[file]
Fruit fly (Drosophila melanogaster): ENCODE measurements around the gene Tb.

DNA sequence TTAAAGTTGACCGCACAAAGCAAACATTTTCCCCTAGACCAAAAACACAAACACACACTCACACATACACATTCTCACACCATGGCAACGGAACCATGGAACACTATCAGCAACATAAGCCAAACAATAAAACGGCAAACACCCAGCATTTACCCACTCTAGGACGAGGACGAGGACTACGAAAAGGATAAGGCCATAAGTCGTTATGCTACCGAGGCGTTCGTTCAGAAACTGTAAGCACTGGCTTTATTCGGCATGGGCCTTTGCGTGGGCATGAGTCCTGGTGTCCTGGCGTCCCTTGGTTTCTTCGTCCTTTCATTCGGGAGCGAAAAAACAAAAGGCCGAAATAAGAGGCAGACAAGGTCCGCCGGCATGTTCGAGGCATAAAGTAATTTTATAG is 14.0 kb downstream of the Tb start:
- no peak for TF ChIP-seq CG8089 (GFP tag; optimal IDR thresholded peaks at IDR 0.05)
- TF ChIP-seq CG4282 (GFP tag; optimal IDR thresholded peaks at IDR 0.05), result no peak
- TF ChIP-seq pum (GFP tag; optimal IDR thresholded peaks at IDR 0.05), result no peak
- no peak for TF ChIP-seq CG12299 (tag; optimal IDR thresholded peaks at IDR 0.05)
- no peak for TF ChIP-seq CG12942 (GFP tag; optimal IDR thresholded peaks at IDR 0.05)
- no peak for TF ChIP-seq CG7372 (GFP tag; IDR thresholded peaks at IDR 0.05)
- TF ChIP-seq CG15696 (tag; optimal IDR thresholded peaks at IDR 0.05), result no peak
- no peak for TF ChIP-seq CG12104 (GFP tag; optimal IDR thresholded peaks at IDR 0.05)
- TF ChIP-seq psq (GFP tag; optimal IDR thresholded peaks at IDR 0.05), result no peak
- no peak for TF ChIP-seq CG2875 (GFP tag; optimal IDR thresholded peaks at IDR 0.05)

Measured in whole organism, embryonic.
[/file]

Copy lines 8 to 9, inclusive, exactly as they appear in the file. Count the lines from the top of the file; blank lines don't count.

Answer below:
- no peak for TF ChIP-seq CG7372 (GFP tag; IDR thresholded peaks at IDR 0.05)
- TF ChIP-seq CG15696 (tag; optimal IDR thresholded peaks at IDR 0.05), result no peak